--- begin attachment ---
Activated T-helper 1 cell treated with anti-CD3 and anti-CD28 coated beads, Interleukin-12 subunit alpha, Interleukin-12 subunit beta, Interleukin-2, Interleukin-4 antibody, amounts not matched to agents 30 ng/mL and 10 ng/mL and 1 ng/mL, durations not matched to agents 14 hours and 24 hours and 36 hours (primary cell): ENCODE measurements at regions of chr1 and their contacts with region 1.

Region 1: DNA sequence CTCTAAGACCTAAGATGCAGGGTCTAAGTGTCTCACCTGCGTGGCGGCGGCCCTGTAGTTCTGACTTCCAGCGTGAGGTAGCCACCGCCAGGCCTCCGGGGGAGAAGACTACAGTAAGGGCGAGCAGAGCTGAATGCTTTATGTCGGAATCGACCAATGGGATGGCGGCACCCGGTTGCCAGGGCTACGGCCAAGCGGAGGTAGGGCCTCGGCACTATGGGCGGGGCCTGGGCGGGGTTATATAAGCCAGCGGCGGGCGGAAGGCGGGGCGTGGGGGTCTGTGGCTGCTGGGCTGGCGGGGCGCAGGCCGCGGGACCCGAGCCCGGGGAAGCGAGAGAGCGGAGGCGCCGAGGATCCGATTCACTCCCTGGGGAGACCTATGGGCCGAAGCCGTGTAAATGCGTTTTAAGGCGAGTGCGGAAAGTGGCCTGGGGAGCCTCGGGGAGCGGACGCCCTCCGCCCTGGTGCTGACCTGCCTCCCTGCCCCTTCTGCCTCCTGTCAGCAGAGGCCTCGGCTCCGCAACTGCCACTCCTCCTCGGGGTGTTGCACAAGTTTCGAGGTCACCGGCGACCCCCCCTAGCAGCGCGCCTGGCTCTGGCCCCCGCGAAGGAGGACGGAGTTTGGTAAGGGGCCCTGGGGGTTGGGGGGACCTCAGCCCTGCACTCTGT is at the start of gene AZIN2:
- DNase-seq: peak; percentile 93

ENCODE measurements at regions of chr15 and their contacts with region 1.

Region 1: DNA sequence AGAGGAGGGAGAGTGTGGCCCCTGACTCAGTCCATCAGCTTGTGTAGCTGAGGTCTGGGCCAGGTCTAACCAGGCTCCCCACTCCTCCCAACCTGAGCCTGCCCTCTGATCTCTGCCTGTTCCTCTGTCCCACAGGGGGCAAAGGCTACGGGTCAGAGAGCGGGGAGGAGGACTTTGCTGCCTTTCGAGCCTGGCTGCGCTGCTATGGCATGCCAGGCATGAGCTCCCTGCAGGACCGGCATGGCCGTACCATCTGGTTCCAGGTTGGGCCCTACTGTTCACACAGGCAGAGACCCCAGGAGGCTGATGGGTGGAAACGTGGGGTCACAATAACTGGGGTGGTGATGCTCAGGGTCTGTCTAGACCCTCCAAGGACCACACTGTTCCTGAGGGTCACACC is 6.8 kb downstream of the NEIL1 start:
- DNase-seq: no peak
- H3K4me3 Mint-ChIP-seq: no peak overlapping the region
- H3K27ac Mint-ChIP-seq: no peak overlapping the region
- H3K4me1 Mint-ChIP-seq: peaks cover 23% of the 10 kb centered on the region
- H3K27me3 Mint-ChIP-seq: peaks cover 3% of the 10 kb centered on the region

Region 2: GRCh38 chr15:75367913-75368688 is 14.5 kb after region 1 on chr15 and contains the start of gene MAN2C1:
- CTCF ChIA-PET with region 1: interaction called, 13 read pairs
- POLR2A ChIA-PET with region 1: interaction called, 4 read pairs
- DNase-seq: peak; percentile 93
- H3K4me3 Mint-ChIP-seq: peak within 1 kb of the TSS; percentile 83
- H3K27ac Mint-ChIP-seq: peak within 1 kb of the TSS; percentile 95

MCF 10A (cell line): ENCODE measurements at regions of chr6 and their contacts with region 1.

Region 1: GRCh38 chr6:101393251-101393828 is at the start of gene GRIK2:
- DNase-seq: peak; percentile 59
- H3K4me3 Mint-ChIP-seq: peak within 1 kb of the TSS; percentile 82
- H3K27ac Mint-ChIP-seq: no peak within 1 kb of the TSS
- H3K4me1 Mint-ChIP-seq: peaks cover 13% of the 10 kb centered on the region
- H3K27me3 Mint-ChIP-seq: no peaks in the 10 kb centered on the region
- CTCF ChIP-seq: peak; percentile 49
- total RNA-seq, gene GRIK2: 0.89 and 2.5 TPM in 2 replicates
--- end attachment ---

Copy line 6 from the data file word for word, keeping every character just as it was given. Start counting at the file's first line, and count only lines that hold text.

- DNase-seq: no peak